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Marcus Lohrmann
Marcus Lohrmann

Shepherd of the Valley Lutheran Church

  • Contact: 10842 Fury Lane, La Mesa 619-670-7656 www.svlc.org
  • Membership: 200
  • Pastor: Marcus Lohrmann 
  • Age: 33
  • Born: Walla Walla, WA
  • Formation: Valparaiso University, IN; University of Chicago Divinity School; Lutheran Seminary, Chicago.
  • Years Ordained: 4

San Diego Reader: What is your favorite subject on which to preach?

Pastor Marcus Lohrmann: The desperation of God’s longing for us and to liberate us in love. God moves towards all of creation and I would call that a desperate ache and hope that God has for us. There is this idea that God is a policeman, a moralistic jail keeper. I’m not convinced that that’s who God is. You don’t see that in the story of the cross and the story of Jesus. In the gospels, we’re constantly seeing the story of God moving closer to us. That to me feels pretty countercultural. So in my preaching, I always try to bring hope for the life of God that I see in scripture, the one who is confidently doing everything for us to draw us into life in abundance.

SDR: What is the mission of your church?

PL: I hang my hat on Shepherd of the Valley’s official vision statement: “Extending God’s welcome to all we meet along the way.” What attracted me to this church was the fact that they go through and dissect every word of that vision statement and talk about risk, how that kind of welcome is an adventure, a journey, and especially a leap into unknown, risky places. I love the idea of faith as an adventure. So when I arrived, they were on the cusp of becoming a reconciling-in-Christ church, which means we openly affirm LBGTQ+. So we became that in February 2020. We’re an open and affirming church, extending God’s radical love to everybody.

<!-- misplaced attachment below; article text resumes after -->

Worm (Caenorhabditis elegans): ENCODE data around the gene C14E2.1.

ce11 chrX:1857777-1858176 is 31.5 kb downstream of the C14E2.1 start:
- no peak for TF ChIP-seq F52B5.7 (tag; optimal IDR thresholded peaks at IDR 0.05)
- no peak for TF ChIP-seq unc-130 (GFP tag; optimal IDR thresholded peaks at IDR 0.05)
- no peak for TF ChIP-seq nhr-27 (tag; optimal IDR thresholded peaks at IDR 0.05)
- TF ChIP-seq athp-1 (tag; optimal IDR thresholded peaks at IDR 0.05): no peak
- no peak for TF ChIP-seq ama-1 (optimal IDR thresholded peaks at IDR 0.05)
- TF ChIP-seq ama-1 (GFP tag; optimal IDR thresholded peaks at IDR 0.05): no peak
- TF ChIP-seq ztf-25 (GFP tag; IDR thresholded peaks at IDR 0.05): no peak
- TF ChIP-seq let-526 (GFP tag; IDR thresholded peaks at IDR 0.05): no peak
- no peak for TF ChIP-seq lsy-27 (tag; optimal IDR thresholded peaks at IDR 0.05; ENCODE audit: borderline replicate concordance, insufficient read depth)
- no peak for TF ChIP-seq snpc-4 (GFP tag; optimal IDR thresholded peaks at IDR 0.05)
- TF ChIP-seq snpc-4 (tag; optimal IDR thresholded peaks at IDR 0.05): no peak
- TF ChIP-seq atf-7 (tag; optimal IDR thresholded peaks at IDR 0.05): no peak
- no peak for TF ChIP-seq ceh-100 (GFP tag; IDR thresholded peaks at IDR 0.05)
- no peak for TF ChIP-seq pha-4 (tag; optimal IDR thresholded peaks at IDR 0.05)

SDR: Where is the strangest place you found God?

PL: As a theologian of the cross, I say the strangest place we find God is on the cross. It’s like having a picture of an electric chair on our walls. Those first-century Christians were not surprised by the cross; it was an instrument of torture and of an empire seeking to control and manipulate. So for God to show up on the cross is crazy. It’s become so ubiquitous and part of our culture and heritage that we don’t think twice about it, but it is the strangest place to find God.

SDR: Where do you go when you die?

PL: I’m not going to come down on the side of absolute certainty in this question. The best I can do is be humble and I say that I certainly believe that in death we become united with God, at home, nestled into the bosom of God. I have no idea what that looks like but I do know what it is to accompany people whose loved ones are dying. In that space of grief and uncertainty, the best thing I can do is lean on the promises of God. “I don’t know where this is going,” I might say, “but the promise of God is one of unity, a kind of beautiful homecoming with God.” The one thing I know about God on the cross is that he is desperate for us. I think God’s desperation for us is greater than our rejection of God. So am I a universalist? I don’t know. But I will say that I think God’s love and desperation for us is so much wider and more magnificent than we can even begin to imagine.